Take a hike! Really — it’s good for you, beats that gym



(Gary Herron/ Rio Rancho Onbserver)

PLACITAS — If you’re tiring of the old gym routine or if your knees have been taking a pounding from jogging, why not try the oldest exercise known to man for a cardio workout?

That’d be walking or, if you’re like 65-year-old Mike Coltrin, hiking.

No loud music, no sweaty equipment, nobody showing off their six-pack abs … just cholla, yucca, piñons and junipers — and more fresh air than one deserves.

Arguably nobody knows the hiking trails of the Sandia Mountains better than Coltrin — and he’s written a book to prove it.

The revised and expanded edition of “Sandia Mountain Hiking Guide” by Coltrin has just been published by UNM Press.

“Friends of the Sandias was assembling a field guide to the Sandias, and UNM Press wanted a hiking guide to accompany it,” Coltrin said, while leading a reporter on the short “Strip Mine Trail,” just south of NM 165 and a bit east of The Merc in Placitas. “There’s no doubt I know the trails.

“There are about 50 hikes, 60 trails, in my book,” he said.


Longtime hiker, Mike Coltrin checks his GPS while hiking a trail in the Sandia Mountains;.
(Gary Herron/ Rio Rancho Observer)

He initially wrote it in 2007 and recently updated it. He’s hiked every one of those routes, keeping copious notes along the way.

There are about two-dozen “family-friendly hikes.”

Take Strip Mine Trail, No. 51 for the U.S. Forest Service in the Cibola National Forest. There are myriad trails branching off from it, all with recently installed USFS signage.

As for every trail, Coltrin provides a description: “Strip Mine Trail, a rough and exposed trail, follows an old Jeep road past an abandoned strip-mining area from which the trail gets its name.”

Coltrin isn’t sure what was once extracted from the mine.

“The hike is moderate in difficulty and relatively flat,” and he recommends hiking it before the weather gets too hot.

A view of a vista west of the trail Coltrin has taken.
Gary Herron/ Rio Rancho Observer)

“The trail goes up and down through rolling gullies and passes a small strip mine just to the north. The exposed earth below the top soil is red and quite striking,” he writes.

There are also technical details: elevation, distance covered and a comprehensive map. As he hikes, Coltrin occasionally checks his GPS.

Although no trail bikers were observed on a recent morning, it seemed most hikers that day were content to let their dogs lead them along the trail. Naturally, it’s always a good idea to be cognizant of what’s nearby.

Coltrin occasionally sees wildlife — none wilder than the time, he says, “I came face-to-face with a mom (bear) and her two cubs; we looked at each other and they ran away. That was the only time my pulse was raised.”

All the trails that follow are accessible off NM 165, which goes through the village of Placitas. As detailed in Coltrin’s new book, there are:

• Sandia Cave (Trail 72): “An important archaeological site of prehistoric man on the North American continent … discovered in 1927”;

• Osha Spring (Trail 247): “A primitive trail … (that) follows an abandoned rock bed mining road for much of its length” (8.8 miles, round trip);

• Crest (Trail 130), which “extends 26 miles from its northern Tunnel Spring trailhead near Placitas to the southern Canyon Estates trailhead near Tijeras.” (It’s rated as difficult, and that 26-mile distance isn’t a typo);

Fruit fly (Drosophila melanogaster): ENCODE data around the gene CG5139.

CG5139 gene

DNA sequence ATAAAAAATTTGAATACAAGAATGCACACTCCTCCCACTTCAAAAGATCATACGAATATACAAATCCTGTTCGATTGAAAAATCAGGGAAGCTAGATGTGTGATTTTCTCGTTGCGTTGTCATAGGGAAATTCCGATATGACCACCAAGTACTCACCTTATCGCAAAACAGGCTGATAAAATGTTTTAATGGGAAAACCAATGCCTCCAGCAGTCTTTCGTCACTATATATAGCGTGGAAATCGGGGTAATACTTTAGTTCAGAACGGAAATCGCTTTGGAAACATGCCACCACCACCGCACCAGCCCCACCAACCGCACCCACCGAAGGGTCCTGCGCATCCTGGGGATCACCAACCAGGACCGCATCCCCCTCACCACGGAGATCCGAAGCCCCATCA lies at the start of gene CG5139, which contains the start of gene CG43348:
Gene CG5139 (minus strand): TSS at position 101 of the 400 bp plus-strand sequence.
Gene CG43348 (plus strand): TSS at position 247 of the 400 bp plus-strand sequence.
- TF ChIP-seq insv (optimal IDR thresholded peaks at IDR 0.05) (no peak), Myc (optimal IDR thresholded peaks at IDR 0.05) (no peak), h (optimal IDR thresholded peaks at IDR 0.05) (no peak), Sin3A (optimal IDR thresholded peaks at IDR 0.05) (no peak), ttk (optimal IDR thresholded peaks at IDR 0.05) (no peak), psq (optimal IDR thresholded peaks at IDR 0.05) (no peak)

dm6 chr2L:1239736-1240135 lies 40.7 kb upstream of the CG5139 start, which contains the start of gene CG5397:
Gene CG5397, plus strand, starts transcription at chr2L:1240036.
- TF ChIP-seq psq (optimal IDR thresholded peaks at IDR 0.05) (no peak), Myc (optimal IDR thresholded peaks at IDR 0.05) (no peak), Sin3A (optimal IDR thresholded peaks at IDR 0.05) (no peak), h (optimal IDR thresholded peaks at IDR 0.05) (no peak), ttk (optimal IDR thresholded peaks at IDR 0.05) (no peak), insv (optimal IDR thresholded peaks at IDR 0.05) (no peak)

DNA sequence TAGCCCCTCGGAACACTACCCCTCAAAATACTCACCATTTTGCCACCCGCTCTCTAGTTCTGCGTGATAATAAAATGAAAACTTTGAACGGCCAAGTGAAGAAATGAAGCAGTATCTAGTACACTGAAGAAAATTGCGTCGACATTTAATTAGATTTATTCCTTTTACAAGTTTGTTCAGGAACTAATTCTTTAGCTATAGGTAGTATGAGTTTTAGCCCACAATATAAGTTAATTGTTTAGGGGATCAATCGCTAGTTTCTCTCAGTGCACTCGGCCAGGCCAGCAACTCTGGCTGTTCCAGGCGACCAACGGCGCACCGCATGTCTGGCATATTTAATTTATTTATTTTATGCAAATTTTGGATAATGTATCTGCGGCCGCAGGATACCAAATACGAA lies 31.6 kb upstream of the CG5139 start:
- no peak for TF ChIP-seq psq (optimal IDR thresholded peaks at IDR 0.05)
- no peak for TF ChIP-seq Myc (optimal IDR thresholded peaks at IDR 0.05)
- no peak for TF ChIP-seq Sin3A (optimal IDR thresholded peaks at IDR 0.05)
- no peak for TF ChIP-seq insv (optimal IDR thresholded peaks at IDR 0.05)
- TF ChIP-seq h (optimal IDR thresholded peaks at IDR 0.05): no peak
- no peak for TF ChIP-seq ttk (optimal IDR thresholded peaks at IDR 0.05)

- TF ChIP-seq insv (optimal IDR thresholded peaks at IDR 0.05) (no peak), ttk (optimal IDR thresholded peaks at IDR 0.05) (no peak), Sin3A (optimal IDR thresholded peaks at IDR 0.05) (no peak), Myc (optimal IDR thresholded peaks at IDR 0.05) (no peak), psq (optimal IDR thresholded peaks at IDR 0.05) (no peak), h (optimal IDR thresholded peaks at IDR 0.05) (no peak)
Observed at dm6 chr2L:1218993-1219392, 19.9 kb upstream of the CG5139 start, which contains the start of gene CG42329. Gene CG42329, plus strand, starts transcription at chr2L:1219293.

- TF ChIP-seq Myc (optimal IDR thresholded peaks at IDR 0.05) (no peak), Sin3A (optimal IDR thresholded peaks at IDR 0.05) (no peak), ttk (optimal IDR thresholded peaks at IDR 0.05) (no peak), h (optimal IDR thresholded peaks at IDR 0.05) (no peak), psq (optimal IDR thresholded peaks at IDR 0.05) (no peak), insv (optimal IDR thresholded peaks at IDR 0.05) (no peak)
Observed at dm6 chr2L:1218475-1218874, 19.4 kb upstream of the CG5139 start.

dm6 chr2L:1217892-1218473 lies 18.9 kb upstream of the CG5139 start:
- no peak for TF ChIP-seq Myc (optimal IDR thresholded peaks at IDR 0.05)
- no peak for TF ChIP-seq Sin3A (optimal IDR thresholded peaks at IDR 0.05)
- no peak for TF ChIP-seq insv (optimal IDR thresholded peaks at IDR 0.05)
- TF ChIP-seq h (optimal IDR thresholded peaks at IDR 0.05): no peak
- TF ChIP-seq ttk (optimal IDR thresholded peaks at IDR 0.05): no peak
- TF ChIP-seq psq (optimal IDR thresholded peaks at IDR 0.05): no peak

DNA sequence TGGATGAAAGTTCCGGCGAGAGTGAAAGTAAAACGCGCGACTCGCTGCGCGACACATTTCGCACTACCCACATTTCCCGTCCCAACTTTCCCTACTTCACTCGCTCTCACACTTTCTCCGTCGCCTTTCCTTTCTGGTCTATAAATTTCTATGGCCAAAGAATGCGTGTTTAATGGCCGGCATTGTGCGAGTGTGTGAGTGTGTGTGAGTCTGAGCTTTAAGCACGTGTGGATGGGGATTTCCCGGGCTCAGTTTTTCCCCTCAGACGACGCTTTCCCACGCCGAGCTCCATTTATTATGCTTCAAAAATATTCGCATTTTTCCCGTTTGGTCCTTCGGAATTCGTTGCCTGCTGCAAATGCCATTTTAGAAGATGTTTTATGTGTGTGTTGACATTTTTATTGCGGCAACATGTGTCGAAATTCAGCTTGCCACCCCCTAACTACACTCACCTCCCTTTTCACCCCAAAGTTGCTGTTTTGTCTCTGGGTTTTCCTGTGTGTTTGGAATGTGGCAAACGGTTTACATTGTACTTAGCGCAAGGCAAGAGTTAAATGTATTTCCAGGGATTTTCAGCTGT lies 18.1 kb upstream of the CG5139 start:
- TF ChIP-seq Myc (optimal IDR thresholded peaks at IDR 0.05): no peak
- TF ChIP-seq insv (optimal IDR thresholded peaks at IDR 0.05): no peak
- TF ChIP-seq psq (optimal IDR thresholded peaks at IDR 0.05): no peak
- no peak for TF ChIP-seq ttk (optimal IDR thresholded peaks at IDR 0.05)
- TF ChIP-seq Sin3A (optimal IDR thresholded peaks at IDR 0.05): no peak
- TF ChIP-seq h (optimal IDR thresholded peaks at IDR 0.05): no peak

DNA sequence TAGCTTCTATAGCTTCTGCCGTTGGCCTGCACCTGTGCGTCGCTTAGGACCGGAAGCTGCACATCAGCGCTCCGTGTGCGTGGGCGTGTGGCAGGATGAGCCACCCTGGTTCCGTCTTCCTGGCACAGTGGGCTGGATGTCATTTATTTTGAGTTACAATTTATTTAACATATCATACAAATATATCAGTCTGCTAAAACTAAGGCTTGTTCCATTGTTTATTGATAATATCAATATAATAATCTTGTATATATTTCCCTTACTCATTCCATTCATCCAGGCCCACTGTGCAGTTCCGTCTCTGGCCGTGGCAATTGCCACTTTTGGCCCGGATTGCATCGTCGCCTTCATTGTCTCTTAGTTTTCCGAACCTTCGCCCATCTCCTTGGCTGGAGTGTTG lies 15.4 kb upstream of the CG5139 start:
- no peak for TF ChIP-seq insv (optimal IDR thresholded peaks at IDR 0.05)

• Ojo del Orno (Trail 130B): “Very steep, with poor footing in places. Only take this unmaintained trail if you are an experienced hiker and confident in your balance”;

• Agua Sarca (No. 231): “Not an officially maintained trail … (and) may be hard to follow or seem to disappear altogether at some points”; and

• Del Agua (Trail 248), “which heads toward the rocky, west-facing slope and begins winding its way up the mountainside and making its way south toward the mouth of Del Agua Canyon.”

Of course, the popular La Luz Trail, Piedra Lisa Trail, Sandia Crest Trail and others are in the book, along with concise information on how to find the trailheads. The book also contains 26 topographical maps, as well as a list of what to take along — water, food, hiking boots, dog on a leash, hiking companion and a cell phone, although coverage isn’t guaranteed.

A native of northeast Oklahoma, armed with a Ph.D. earned at the University of Illinois, Coltrin is a chemist by trade; he retried two years ago after a 30-year career at Sandia National Labs.

“I was a runner out of grad schools and ran trails,” he explained.

He obtained a similar trail guide authored by Mike Hill, and after injuring a knee while running a marathon in 1983, turned to hiking.

“I always had a hiking diary, filled with notes,” he said. “Eventually, I hiked all of Mike Hill’s (trails).”

But Coltrin is more than a Sandia Mountains hiker: He climbed Mt. Kilimanjaro in 2005, after “practicing” by hiking several of Colorado’s “14ers” (mountains with elevation of 14,000 feet or more), as well as the Alps and mountains in Madagascar and South America, including Machu Picchu.

He estimated that he hikes about 500 miles annually, and as much as 20 miles — on the North Crest Trail to the Crest House — at one time.

“I’ve never been married, so I have a lot of time,” he said, chuckling.

What’s next? An adventure to Lake Havasupai Falls, the Grand Canyon’s most-famous waterfalls, this month.

(More good information about trails in the Placitas area may be found at placitasareatrail.org and on the Placitas Area Trail Association’s Facebook page.)

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